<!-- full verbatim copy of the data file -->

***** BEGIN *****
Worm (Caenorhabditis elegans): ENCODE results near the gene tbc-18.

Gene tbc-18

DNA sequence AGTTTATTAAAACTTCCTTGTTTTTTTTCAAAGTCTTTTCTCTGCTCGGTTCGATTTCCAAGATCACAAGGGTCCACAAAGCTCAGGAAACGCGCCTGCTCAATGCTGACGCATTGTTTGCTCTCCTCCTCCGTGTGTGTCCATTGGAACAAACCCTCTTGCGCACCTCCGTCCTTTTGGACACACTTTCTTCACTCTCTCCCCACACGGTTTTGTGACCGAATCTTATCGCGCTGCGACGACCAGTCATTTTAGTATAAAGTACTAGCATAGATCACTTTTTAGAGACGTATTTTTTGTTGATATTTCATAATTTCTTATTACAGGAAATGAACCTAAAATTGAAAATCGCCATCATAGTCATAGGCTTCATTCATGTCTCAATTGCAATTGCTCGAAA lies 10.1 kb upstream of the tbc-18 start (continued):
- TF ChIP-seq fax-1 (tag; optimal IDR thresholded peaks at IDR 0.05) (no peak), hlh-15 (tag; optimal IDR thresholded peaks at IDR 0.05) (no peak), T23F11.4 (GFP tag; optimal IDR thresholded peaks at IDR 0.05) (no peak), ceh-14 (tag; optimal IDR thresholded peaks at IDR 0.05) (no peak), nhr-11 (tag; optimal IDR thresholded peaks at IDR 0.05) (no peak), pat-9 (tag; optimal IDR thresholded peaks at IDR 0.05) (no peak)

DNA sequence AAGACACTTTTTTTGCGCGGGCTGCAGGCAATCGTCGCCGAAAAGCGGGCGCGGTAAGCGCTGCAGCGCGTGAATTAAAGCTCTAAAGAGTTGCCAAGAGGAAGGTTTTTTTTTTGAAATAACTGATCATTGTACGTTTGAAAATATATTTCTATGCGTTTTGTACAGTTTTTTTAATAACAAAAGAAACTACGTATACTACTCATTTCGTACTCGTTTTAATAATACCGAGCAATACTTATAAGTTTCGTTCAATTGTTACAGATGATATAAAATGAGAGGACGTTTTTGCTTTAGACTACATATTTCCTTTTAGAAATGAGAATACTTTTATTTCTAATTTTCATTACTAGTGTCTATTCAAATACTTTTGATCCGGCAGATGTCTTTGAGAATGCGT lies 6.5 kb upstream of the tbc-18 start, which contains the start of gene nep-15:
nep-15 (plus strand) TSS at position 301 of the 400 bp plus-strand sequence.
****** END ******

Worm (Caenorhabditis elegans): ENCODE results near the gene tbc-18.

Gene tbc-18

DNA sequence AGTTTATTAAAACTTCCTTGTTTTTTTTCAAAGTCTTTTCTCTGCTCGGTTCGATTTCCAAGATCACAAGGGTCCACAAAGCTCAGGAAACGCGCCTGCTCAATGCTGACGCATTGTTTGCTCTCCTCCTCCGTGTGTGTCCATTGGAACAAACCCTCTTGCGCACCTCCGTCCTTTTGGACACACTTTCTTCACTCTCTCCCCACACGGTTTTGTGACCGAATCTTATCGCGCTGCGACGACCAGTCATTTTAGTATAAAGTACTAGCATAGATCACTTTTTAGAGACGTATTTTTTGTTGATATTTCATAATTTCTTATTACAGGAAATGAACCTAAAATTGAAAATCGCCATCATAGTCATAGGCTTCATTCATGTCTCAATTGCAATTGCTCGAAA lies 10.1 kb upstream of the tbc-18 start (continued):
- TF ChIP-seq fax-1 (tag; optimal IDR thresholded peaks at IDR 0.05) (no peak), hlh-15 (tag; optimal IDR thresholded peaks at IDR 0.05) (no peak), T23F11.4 (GFP tag; optimal IDR thresholded peaks at IDR 0.05) (no peak), ceh-14 (tag; optimal IDR thresholded peaks at IDR 0.05) (no peak), nhr-11 (tag; optimal IDR thresholded peaks at IDR 0.05) (no peak), pat-9 (tag; optimal IDR thresholded peaks at IDR 0.05) (no peak)

DNA sequence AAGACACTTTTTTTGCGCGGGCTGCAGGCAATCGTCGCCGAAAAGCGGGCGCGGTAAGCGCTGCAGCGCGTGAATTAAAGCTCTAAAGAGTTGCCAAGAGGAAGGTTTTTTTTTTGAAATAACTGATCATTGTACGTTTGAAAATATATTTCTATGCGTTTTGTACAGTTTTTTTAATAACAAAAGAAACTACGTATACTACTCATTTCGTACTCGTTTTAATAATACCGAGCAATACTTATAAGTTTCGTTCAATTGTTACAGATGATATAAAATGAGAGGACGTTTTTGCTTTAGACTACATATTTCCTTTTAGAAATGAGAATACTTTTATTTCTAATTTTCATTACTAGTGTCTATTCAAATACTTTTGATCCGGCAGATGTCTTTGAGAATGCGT lies 6.5 kb upstream of the tbc-18 start, which contains the start of gene nep-15:
nep-15 (plus strand) TSS at position 301 of the 400 bp plus-strand sequence.